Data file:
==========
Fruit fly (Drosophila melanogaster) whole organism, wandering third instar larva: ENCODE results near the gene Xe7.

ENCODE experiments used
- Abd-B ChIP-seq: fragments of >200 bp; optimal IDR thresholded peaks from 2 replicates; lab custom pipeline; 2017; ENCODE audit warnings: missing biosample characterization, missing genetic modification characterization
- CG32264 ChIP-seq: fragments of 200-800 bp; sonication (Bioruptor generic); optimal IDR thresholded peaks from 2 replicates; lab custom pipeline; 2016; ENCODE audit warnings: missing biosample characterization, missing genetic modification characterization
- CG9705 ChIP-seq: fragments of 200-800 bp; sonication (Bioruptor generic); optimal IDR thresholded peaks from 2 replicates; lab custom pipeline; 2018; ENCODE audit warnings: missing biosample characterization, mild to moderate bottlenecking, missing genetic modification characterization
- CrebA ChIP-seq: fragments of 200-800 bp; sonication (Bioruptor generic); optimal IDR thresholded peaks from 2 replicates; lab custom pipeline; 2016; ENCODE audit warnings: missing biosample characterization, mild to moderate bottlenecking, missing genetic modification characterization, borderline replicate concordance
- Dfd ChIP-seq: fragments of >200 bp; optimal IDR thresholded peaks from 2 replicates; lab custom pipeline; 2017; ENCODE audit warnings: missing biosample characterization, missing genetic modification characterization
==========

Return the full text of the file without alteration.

Fruit fly (Drosophila melanogaster) whole organism, wandering third instar larva: ENCODE results near the gene Xe7.

ENCODE experiments used
- Abd-B ChIP-seq: fragments of >200 bp; optimal IDR thresholded peaks from 2 replicates; lab custom pipeline; 2017; ENCODE audit warnings: missing biosample characterization, missing genetic modification characterization
- CG32264 ChIP-seq: fragments of 200-800 bp; sonication (Bioruptor generic); optimal IDR thresholded peaks from 2 replicates; lab custom pipeline; 2016; ENCODE audit warnings: missing biosample characterization, missing genetic modification characterization
- CG9705 ChIP-seq: fragments of 200-800 bp; sonication (Bioruptor generic); optimal IDR thresholded peaks from 2 replicates; lab custom pipeline; 2018; ENCODE audit warnings: missing biosample characterization, mild to moderate bottlenecking, missing genetic modification characterization
- CrebA ChIP-seq: fragments of 200-800 bp; sonication (Bioruptor generic); optimal IDR thresholded peaks from 2 replicates; lab custom pipeline; 2016; ENCODE audit warnings: missing biosample characterization, mild to moderate bottlenecking, missing genetic modification characterization, borderline replicate concordance
- Dfd ChIP-seq: fragments of >200 bp; optimal IDR thresholded peaks from 2 replicates; lab custom pipeline; 2017; ENCODE audit warnings: missing biosample characterization, missing genetic modification characterization